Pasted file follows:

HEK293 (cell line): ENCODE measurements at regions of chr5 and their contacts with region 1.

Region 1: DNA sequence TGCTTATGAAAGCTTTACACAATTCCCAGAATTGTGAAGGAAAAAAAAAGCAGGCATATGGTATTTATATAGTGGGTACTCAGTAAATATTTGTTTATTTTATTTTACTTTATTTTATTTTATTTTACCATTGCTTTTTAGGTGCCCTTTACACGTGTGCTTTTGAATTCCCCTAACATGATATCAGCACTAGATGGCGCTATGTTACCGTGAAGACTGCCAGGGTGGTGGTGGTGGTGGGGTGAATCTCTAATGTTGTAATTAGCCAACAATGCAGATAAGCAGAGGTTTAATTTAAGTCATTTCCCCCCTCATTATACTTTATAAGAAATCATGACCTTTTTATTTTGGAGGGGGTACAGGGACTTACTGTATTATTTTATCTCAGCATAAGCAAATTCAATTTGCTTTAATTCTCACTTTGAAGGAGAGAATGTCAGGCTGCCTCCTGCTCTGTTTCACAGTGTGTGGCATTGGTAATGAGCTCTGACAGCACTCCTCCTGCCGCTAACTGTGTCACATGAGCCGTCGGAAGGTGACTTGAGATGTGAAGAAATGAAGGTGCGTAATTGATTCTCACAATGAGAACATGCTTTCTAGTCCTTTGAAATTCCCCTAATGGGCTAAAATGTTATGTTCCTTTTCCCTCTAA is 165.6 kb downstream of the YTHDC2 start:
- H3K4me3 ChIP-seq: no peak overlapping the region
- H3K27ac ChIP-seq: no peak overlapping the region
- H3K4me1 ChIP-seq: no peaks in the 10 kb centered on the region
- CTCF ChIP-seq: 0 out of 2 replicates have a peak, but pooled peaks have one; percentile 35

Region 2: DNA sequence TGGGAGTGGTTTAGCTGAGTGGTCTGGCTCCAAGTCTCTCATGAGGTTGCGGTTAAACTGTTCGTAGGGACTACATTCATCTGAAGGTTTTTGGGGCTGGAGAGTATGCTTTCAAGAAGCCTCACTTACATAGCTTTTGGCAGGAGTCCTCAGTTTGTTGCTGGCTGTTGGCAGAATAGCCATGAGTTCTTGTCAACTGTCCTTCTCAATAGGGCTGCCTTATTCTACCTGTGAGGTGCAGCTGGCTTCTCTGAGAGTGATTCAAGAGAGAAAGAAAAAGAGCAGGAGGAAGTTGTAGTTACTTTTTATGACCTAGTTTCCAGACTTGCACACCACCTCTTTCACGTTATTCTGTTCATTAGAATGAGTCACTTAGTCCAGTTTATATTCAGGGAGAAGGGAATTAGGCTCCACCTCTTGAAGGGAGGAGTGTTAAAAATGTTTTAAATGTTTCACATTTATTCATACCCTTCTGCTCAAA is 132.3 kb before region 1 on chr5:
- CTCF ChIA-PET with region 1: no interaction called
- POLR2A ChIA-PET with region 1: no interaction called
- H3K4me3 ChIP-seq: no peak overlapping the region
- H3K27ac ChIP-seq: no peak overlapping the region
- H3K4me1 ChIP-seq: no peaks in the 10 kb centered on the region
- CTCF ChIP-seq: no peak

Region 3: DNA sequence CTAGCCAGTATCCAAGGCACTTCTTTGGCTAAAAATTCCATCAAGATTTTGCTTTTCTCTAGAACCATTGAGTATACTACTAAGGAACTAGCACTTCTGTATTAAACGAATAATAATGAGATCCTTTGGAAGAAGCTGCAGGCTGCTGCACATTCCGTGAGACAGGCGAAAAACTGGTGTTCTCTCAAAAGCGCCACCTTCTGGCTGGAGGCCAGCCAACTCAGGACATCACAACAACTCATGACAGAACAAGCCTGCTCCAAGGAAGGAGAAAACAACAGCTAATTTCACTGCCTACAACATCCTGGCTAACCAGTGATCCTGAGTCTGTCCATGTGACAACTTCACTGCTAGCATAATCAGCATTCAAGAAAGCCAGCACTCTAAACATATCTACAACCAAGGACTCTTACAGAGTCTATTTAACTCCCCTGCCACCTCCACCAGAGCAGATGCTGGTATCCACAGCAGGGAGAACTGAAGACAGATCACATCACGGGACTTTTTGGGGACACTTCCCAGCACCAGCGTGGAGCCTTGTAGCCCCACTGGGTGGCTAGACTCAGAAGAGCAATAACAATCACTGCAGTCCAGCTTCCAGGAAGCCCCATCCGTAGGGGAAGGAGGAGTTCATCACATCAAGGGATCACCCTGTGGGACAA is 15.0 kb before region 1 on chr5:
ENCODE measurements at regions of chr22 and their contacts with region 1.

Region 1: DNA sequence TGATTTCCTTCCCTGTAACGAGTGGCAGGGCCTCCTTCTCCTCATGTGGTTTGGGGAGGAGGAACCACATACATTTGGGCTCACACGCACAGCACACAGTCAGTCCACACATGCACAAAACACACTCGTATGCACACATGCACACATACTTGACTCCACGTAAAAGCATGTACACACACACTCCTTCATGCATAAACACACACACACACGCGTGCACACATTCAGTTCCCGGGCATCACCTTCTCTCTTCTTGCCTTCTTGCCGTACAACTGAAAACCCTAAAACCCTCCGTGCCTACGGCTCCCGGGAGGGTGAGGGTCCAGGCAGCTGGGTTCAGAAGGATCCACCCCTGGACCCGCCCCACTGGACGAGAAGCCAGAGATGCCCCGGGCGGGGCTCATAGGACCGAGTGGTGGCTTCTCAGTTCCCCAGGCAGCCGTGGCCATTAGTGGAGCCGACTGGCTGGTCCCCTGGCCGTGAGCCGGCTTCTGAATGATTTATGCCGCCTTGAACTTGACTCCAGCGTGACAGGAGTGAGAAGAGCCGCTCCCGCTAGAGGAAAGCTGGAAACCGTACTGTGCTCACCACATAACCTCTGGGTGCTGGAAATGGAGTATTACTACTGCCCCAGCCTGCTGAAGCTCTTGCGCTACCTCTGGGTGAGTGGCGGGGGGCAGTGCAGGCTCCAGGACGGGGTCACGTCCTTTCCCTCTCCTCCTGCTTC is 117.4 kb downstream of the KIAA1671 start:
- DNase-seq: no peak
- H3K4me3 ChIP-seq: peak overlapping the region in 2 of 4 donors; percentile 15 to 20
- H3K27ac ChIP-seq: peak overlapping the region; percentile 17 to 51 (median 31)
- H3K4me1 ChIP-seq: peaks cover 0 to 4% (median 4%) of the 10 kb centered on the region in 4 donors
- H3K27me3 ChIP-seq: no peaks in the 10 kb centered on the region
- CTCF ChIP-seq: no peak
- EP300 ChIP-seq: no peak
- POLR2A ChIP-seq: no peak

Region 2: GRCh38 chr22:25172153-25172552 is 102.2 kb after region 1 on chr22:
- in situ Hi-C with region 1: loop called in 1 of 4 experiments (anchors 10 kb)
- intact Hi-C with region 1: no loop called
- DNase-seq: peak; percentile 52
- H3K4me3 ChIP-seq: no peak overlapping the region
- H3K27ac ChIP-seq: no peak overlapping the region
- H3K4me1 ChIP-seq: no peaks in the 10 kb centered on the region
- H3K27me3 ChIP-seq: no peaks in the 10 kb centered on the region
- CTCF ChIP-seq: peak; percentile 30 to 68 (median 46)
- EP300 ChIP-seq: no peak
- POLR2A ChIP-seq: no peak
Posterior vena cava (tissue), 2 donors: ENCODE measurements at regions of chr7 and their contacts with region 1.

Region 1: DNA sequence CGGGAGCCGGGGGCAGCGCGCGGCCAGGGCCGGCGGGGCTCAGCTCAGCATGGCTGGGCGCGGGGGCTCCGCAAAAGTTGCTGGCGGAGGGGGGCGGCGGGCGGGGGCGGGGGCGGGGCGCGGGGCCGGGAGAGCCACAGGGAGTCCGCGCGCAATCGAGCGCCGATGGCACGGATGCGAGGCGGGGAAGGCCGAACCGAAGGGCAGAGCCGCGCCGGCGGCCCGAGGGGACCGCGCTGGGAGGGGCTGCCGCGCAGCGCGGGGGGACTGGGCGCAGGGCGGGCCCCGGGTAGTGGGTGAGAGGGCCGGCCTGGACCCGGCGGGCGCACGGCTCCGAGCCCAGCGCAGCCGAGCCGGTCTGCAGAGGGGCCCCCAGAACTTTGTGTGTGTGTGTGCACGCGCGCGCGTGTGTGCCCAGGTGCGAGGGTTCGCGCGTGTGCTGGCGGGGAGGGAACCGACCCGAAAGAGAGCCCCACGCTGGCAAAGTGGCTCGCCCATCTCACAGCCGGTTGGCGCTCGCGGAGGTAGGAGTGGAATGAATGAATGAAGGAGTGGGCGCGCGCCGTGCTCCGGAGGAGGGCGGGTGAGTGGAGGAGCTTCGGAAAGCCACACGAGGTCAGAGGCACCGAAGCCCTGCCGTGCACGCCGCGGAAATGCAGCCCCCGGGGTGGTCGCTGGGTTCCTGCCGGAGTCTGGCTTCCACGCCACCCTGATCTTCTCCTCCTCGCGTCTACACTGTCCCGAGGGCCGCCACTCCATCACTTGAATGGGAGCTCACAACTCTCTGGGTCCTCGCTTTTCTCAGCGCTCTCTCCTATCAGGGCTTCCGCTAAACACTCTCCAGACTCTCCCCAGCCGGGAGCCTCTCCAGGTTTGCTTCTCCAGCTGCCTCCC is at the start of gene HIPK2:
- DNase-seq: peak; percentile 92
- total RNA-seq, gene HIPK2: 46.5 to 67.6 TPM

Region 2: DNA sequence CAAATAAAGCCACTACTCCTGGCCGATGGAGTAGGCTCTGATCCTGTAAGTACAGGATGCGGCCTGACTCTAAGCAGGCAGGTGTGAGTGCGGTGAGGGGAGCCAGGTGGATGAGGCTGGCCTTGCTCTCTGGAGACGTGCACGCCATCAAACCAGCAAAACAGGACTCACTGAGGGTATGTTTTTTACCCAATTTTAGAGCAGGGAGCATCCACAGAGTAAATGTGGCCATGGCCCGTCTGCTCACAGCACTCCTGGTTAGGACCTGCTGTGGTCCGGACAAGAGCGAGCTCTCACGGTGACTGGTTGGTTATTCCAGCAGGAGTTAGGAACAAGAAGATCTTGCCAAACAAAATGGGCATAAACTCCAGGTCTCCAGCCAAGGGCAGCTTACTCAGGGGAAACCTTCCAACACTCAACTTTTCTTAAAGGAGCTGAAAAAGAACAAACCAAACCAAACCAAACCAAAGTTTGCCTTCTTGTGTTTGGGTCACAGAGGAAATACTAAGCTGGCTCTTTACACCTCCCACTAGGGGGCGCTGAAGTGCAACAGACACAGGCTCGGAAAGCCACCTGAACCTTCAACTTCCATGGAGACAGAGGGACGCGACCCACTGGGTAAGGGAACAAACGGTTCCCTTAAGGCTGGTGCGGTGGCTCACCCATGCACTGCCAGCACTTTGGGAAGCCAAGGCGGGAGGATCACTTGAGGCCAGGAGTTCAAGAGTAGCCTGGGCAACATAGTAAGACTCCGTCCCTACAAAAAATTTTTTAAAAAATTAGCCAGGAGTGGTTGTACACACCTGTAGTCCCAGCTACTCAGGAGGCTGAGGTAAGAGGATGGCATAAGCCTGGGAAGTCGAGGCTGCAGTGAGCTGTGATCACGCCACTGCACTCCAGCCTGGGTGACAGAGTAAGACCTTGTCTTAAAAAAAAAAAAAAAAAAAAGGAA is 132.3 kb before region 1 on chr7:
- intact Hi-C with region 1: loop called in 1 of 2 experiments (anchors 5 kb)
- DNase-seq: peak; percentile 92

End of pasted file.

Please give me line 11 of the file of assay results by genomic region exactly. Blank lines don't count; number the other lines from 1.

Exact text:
- H3K27ac ChIP-seq: no peak overlapping the region